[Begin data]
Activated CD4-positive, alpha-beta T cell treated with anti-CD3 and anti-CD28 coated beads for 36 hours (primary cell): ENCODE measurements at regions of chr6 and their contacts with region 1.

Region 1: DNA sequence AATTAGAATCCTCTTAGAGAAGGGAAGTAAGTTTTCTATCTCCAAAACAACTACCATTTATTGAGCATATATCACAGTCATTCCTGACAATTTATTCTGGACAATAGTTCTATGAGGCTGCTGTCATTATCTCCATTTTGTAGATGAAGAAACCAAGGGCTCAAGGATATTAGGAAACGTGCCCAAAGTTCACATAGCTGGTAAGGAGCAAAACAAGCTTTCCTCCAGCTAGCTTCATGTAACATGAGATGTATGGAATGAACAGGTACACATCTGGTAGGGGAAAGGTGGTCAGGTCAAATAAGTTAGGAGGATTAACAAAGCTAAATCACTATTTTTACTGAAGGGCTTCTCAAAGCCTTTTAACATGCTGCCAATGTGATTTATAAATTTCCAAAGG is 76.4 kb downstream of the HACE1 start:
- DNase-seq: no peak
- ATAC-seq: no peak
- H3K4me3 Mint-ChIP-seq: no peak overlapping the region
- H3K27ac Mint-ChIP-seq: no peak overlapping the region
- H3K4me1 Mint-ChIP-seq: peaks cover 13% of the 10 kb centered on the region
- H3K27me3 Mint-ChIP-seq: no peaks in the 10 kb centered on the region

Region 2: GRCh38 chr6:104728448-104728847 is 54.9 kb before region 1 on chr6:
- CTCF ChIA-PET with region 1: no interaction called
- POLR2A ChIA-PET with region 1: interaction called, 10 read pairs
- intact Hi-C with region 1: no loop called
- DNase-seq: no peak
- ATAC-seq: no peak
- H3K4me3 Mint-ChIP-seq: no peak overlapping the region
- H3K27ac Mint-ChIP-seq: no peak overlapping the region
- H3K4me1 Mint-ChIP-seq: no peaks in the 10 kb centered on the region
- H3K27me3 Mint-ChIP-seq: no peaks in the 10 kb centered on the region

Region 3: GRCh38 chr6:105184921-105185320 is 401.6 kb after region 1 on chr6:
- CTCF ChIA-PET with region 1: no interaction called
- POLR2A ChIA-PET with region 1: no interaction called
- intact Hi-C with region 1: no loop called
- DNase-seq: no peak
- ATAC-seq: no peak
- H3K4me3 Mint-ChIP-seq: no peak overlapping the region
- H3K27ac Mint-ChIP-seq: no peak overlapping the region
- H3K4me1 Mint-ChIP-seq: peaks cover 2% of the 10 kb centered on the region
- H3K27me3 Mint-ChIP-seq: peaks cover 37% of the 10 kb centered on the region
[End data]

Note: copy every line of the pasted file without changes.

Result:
Activated CD4-positive, alpha-beta T cell treated with anti-CD3 and anti-CD28 coated beads for 36 hours (primary cell): ENCODE measurements at regions of chr6 and their contacts with region 1.

Region 1: DNA sequence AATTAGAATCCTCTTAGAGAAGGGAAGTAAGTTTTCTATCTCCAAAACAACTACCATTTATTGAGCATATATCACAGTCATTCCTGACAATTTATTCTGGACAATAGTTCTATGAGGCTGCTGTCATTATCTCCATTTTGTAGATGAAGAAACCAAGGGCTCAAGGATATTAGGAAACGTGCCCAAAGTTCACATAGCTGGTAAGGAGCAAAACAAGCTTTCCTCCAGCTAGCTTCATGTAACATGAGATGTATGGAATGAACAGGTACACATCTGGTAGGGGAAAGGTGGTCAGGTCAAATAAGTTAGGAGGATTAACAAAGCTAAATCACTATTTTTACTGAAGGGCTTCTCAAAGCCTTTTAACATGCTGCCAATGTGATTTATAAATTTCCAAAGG is 76.4 kb downstream of the HACE1 start:
- DNase-seq: no peak
- ATAC-seq: no peak
- H3K4me3 Mint-ChIP-seq: no peak overlapping the region
- H3K27ac Mint-ChIP-seq: no peak overlapping the region
- H3K4me1 Mint-ChIP-seq: peaks cover 13% of the 10 kb centered on the region
- H3K27me3 Mint-ChIP-seq: no peaks in the 10 kb centered on the region

Region 2: GRCh38 chr6:104728448-104728847 is 54.9 kb before region 1 on chr6:
- CTCF ChIA-PET with region 1: no interaction called
- POLR2A ChIA-PET with region 1: interaction called, 10 read pairs
- intact Hi-C with region 1: no loop called
- DNase-seq: no peak
- ATAC-seq: no peak
- H3K4me3 Mint-ChIP-seq: no peak overlapping the region
- H3K27ac Mint-ChIP-seq: no peak overlapping the region
- H3K4me1 Mint-ChIP-seq: no peaks in the 10 kb centered on the region
- H3K27me3 Mint-ChIP-seq: no peaks in the 10 kb centered on the region

Region 3: GRCh38 chr6:105184921-105185320 is 401.6 kb after region 1 on chr6:
- CTCF ChIA-PET with region 1: no interaction called
- POLR2A ChIA-PET with region 1: no interaction called
- intact Hi-C with region 1: no loop called
- DNase-seq: no peak
- ATAC-seq: no peak
- H3K4me3 Mint-ChIP-seq: no peak overlapping the region
- H3K27ac Mint-ChIP-seq: no peak overlapping the region
- H3K4me1 Mint-ChIP-seq: peaks cover 2% of the 10 kb centered on the region
- H3K27me3 Mint-ChIP-seq: peaks cover 37% of the 10 kb centered on the region